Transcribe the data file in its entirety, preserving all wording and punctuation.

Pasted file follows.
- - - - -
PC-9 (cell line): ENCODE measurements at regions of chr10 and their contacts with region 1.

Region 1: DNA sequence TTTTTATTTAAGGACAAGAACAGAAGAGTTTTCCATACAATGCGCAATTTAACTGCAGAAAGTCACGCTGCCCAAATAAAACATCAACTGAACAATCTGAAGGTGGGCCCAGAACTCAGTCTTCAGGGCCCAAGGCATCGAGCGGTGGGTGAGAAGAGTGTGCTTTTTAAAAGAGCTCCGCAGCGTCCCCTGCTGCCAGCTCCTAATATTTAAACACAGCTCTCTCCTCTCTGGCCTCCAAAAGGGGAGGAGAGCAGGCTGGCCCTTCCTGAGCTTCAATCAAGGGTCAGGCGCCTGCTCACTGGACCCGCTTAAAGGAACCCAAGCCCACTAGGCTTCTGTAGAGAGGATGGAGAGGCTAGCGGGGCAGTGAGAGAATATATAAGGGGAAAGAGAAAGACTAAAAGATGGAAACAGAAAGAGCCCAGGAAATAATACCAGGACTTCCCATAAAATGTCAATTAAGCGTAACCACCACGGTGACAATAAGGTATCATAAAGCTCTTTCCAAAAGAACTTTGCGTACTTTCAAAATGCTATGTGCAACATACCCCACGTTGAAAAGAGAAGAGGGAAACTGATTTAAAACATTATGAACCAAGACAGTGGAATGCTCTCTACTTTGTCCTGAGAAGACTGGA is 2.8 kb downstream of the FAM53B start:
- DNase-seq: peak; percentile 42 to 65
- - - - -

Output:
PC-9 (cell line): ENCODE measurements at regions of chr10 and their contacts with region 1.

Region 1: DNA sequence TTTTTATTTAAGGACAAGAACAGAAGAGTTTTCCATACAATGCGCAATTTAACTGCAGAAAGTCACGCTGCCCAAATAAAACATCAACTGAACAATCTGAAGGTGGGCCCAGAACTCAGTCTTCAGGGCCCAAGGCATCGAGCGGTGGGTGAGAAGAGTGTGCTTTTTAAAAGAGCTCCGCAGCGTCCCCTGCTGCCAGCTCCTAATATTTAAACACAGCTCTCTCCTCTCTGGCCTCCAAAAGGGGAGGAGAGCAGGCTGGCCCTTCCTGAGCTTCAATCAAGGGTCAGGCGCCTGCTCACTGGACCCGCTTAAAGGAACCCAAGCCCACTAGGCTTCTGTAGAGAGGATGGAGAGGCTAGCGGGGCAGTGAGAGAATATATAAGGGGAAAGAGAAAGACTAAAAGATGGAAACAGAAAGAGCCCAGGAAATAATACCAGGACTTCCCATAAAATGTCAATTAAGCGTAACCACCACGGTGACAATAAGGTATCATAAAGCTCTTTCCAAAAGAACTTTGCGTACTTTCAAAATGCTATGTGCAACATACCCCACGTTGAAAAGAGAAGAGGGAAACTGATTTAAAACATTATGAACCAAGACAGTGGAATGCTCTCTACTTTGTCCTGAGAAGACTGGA is 2.8 kb downstream of the FAM53B start:
- DNase-seq: peak; percentile 42 to 65